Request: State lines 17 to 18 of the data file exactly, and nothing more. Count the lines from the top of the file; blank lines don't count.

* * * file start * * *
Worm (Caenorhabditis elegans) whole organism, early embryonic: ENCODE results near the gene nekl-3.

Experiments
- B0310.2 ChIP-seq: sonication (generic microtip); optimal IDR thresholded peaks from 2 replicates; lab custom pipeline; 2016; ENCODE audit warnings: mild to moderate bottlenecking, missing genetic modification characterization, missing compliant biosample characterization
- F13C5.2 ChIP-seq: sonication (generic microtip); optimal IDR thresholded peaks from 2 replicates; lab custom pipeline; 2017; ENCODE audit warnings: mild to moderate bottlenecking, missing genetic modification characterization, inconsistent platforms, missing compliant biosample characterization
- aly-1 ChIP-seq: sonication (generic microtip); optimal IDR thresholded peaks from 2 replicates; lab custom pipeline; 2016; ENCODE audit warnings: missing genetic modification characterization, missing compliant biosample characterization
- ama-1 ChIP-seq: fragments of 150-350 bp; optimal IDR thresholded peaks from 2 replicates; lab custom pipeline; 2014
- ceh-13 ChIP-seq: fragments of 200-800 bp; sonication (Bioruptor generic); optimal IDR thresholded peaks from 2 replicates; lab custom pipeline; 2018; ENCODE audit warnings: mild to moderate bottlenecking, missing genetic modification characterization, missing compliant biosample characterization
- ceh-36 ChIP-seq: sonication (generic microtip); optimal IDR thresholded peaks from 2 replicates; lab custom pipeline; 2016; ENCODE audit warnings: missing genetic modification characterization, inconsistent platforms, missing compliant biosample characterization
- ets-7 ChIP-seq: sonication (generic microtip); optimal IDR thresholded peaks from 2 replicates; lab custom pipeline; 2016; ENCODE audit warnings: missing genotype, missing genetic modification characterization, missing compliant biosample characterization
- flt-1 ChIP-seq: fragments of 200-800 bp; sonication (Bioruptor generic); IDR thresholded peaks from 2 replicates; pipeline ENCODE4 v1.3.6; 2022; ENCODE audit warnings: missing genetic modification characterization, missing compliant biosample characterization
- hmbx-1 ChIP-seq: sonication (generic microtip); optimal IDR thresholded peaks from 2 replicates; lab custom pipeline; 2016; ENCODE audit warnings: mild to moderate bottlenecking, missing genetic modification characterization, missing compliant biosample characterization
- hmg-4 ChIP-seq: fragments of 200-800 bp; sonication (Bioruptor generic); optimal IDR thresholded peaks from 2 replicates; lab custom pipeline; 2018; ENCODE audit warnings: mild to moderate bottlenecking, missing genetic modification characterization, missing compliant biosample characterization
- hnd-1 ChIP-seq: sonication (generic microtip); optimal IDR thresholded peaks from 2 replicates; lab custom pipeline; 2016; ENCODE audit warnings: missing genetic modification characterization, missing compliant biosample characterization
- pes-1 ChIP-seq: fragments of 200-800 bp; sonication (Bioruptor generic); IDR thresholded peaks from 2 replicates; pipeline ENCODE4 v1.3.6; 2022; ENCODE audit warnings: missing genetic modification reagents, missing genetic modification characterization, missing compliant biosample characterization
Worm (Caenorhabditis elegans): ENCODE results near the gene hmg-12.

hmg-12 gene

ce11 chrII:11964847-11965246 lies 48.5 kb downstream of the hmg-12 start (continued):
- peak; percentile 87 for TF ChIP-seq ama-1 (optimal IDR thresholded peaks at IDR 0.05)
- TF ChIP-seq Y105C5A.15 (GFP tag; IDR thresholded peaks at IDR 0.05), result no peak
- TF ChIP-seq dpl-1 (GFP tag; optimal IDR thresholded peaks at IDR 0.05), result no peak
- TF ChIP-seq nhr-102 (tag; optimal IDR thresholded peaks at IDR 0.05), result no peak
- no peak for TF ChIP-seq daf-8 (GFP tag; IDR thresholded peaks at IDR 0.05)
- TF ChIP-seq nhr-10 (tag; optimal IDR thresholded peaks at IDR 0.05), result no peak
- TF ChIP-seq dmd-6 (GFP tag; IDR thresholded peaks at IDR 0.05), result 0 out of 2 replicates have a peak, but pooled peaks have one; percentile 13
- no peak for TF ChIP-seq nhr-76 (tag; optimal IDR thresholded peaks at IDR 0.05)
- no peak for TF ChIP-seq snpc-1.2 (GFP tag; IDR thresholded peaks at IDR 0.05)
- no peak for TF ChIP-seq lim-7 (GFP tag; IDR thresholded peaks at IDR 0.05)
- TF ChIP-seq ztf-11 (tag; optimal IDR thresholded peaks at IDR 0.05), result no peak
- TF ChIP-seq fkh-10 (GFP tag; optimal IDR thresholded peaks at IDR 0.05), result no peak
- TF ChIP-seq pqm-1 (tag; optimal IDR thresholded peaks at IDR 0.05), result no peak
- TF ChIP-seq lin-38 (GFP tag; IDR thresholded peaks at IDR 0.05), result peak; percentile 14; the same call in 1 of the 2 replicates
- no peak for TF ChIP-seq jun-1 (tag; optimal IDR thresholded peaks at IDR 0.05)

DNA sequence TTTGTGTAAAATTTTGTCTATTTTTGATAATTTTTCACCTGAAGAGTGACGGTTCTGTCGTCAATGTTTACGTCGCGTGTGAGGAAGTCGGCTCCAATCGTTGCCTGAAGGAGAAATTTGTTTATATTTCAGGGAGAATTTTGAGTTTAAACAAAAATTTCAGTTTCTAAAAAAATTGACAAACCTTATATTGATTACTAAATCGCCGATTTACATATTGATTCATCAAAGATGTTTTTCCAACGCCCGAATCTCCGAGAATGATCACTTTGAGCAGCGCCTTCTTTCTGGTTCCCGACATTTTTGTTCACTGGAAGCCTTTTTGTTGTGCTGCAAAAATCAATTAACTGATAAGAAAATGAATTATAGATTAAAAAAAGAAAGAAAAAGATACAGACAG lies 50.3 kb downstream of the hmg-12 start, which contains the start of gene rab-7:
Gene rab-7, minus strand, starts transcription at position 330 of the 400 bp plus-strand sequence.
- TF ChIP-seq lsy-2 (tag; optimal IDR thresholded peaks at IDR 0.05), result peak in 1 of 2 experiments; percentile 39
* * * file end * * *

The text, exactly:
ce11 chrII:11964847-11965246 lies 48.5 kb downstream of the hmg-12 start (continued):
- peak; percentile 87 for TF ChIP-seq ama-1 (optimal IDR thresholded peaks at IDR 0.05)